Showing posts from March, 2021

John Donne

John Donne was born in London in 1571 or 1572 and died there on 31 March 1631. He was a great poet. He is at the centre of the metaphysical school of poetry. This school is well known for its style. This style is marked by the use of conceits, wit, scholastic learning, arguments and elaboration of the poetic experience. It is also marked by passionate thinking. All these qualities of the metaphysical style are present in the poetry of Donne and his followers like Richard Crashaw, Henry Vaughan Thomas Carew, Andrew Marvell and Abraham Cowley. It is said that John Donne fell in love with Anne More. He eloped with her and married. He was imprisoned for his love. His experience of love made him a great love poet. Some of his very well known love poems are The Anniversarie, The Good Morrow, The Extasie and The Canonization. His love poems show his intense personal moods as a lover and analyst of his own experience.

The Passionate Shepherd to His Love by C. Marlowe

Come live with me and be my love, And we will all the pleasures prove, That Valleys, groves, hills, and fields, Woods, or steepy mountain yields.   And we will sit upon the rocks, Seeing the Shepherds feed their flocks, By shallow rivers to whose falls Melodious birds sing madrigals.   And I will make thee beds of roses And a thousand fragrant posies, A cap of flowers, and a kirtle Embroidered all with leaves of myrtle;   A gown made of the finest wool Which from our pretty lambs we pull; Fair lined slippers for the cold, With buckles of the purest gold;   A belt of straw and Ivy buds, With coral clasps and amber studs: And if these pleasures may thee move, Come live with me, and be my love.   The Shepherds’ Swains shall dance and sing For thy delight each May-morning: If these delights thy mind may move, Then live with me, and be my love.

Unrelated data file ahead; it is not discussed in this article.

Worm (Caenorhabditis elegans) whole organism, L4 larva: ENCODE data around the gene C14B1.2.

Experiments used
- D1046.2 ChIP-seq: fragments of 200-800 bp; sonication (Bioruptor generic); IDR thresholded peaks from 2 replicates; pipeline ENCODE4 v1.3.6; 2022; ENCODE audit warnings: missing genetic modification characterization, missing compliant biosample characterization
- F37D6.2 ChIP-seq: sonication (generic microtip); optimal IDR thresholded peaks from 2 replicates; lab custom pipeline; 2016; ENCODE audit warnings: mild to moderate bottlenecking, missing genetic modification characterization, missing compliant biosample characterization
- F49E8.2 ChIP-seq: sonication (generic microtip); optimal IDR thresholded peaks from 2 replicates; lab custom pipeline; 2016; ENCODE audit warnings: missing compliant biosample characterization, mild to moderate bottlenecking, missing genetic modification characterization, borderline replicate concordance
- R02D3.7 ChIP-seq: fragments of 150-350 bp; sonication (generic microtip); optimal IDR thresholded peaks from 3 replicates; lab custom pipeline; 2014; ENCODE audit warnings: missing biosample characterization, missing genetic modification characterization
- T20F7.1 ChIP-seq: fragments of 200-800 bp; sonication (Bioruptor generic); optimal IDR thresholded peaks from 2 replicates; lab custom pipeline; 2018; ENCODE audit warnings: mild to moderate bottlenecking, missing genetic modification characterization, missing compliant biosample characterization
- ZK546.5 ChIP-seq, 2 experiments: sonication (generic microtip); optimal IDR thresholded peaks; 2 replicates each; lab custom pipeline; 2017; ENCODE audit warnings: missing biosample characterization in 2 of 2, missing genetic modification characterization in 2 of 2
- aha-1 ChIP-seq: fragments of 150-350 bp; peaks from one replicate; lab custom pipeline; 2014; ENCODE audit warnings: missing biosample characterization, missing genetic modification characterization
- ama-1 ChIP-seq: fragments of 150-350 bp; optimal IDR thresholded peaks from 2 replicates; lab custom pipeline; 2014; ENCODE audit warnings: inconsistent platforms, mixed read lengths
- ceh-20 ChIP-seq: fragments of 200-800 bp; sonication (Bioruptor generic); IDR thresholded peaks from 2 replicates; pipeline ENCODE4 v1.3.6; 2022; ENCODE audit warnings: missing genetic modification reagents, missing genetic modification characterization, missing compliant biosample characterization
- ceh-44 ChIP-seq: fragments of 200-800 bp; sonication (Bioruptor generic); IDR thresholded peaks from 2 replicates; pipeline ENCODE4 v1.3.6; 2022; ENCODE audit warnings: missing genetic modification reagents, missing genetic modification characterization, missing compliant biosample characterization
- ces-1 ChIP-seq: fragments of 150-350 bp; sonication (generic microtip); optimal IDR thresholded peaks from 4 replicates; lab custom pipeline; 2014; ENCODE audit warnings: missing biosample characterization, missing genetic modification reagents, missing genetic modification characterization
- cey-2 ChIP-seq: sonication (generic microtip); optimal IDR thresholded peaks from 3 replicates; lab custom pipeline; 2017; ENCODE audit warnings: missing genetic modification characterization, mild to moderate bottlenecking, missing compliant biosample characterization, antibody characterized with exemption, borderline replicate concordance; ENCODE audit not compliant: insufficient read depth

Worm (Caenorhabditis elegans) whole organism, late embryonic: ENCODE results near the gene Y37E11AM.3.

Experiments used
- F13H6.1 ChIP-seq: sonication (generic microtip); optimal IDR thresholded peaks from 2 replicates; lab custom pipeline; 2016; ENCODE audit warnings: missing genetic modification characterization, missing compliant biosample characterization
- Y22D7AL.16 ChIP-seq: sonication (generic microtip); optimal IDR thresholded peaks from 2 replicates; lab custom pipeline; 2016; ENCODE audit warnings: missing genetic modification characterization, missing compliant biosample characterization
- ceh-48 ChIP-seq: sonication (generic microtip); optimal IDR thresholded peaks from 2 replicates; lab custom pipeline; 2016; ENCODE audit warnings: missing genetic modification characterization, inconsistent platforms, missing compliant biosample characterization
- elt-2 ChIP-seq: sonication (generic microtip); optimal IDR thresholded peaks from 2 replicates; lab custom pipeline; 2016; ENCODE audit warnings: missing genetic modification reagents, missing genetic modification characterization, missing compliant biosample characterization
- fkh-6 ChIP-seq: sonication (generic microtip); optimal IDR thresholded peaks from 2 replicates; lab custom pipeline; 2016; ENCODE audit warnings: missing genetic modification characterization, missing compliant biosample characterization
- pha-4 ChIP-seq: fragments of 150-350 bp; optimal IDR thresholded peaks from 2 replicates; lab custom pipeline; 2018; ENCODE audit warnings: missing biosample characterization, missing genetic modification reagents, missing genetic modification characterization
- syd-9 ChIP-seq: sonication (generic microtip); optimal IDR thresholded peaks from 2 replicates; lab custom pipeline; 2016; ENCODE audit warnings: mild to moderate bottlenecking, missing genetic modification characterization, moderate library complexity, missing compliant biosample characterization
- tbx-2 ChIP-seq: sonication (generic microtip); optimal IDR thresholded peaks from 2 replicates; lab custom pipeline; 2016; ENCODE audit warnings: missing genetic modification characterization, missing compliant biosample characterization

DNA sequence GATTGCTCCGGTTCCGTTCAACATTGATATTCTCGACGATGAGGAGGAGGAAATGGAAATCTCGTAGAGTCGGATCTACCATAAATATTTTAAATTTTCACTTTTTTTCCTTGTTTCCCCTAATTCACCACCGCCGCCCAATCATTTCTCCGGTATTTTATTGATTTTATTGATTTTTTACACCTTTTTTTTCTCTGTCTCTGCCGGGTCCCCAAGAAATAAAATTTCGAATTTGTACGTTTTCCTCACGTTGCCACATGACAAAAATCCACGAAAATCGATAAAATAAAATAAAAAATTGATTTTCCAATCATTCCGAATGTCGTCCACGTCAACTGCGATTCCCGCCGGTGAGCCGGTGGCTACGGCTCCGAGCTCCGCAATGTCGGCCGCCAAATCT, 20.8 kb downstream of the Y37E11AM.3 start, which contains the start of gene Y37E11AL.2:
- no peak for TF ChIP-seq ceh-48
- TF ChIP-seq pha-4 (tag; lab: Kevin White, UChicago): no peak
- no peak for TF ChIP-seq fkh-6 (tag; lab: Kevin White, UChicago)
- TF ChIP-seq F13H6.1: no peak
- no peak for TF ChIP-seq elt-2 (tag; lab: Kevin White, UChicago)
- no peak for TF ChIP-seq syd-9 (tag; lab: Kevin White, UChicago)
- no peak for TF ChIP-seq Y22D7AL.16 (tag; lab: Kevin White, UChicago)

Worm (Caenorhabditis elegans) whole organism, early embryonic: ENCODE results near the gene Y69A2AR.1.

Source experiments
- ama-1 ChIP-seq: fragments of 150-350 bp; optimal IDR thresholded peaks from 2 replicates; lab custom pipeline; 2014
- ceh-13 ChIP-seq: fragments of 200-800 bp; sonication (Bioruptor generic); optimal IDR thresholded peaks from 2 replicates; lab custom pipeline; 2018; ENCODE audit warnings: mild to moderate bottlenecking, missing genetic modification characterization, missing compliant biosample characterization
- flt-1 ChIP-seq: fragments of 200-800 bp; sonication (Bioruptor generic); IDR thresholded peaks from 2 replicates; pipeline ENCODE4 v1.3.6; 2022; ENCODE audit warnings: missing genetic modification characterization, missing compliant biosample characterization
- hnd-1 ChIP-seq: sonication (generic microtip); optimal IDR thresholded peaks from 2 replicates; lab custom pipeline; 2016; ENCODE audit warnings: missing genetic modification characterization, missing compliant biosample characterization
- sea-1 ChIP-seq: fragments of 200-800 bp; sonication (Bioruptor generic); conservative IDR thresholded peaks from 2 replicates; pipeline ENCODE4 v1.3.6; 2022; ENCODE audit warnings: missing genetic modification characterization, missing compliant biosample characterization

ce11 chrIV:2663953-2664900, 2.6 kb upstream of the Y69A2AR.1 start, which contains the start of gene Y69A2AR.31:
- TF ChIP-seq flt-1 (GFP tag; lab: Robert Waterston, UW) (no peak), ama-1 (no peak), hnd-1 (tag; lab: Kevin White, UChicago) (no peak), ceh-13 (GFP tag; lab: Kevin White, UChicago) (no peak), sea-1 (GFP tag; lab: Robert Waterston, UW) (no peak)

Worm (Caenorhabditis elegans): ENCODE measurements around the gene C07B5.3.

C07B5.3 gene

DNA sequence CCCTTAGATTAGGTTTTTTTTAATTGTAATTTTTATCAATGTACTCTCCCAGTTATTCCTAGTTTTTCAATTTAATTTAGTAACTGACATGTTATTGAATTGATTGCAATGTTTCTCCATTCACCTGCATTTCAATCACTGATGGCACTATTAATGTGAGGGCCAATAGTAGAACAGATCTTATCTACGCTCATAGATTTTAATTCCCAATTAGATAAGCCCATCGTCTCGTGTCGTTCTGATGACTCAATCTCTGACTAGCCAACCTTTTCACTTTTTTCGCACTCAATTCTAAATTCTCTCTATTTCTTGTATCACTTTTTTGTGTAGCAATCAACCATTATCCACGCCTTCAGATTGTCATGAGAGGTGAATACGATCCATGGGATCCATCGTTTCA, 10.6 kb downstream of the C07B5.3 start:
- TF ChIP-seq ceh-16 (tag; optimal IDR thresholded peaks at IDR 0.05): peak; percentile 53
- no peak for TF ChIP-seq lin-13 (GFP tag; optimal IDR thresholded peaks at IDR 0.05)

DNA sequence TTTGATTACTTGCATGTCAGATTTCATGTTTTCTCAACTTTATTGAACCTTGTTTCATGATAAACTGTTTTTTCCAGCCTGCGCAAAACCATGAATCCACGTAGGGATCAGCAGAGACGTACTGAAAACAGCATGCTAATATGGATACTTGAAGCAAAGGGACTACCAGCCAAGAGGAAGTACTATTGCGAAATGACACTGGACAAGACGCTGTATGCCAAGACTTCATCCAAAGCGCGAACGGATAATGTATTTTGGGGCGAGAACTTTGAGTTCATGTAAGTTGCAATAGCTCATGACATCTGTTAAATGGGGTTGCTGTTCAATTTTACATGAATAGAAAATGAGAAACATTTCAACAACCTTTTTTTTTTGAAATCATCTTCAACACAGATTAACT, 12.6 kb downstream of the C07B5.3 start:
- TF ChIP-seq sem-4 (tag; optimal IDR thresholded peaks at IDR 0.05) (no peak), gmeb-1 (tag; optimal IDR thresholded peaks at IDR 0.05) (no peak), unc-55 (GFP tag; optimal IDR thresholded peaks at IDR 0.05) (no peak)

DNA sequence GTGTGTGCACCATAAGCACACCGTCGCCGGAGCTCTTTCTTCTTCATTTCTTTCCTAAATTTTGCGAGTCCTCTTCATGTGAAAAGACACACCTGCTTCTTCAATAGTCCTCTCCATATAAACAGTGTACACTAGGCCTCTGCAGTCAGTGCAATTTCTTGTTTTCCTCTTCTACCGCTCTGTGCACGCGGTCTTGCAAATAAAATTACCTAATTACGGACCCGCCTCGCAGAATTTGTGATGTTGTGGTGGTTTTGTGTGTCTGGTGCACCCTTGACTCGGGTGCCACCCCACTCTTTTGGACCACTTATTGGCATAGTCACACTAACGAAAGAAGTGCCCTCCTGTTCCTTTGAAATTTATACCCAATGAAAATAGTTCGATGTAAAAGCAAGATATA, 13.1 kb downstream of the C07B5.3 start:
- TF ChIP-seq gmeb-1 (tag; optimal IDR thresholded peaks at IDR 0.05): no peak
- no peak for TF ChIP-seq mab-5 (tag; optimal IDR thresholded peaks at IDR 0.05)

Time and Love by Shakespeare

WHEN I have seen by Time’s fell hand defaced The rich proud cost of out-worn buried age; When sometime lofty towers I see down-razed, And brass eternal slave to mortal rage; When I have seen the hungry ocean gain Advantage on the kingdom of the shore, And the firm soil win of the watery main, Increasing store with loss and loss with store; When I have seen such interchange of state, Or state itself confounded to decay, Ruin hath taught me thus to ruminate— That Time will come and take my Love away: -This thought is as a death, which cannot choose But weep to have that which it fears to lose.

Ode to a Nightingale by John Keats

My heart aches, and a drowsy numbness pains My sense, as though of hemlock I had drunk, Or emptied some dull opiate to the drains One minute past, and Lethe-wards had sunk: 'Tis not through envy of thy happy lot, But being too happy in thine happiness,— That thou, light-winged Dryad of the trees In some melodious plot Of beechen green, and shadows numberless, Singest of summer in full-throated ease. O, for a draught of vintage! that hath been Cool'd a long age in the deep-delved earth, Tasting of Flora and the country green, Dance, and Proven├žal song, and sunburnt mirth! O for a beaker full of the warm South, Full of the true, the blushful Hippocrene, With beaded bubbles winking at the brim, And purple-stained mouth; That I might drink, and leave the world unseen, And with thee fade away into the forest dim:   Fade far away, dissolve, and quite forget What thou among the leaves hast never known, The weariness, the fever, an

Ode To Autumn By Keats

Season of mists and mellow fruitfulness, Close bosom-friend of the maturing sun; Conspiring with him how to load and bless With fruit the vines that round the thatch-eves run; To bend with apples the moss'd cottage-trees, And fill all fruit with ripeness to the core; To swell the gourd, and plump the hazel shells With a sweet kernel; to set budding more, And still more, later flowers for the bees, Until they think warm days will never cease, For summer has o'erbrimm'd their clammy cells.   Who hath not seen Thee oft amid thy store? Sometimes whoever seeks abroad may find Thee sitting careless on a granary floor, Thy hair soft-lifted by the winnowing wind; Or on a half-reap'd furrow sound asleep, Drowsed with the fume of poppies, while thy hook Spares the next swath and all its twined flowers; And sometimes like a gleaner thou dost keep Steady thy laden head across a brook; Or by a cider-press, with patient look, Thou watchest the last oozings hours by hours.   Wh

John Milton: A Great Poet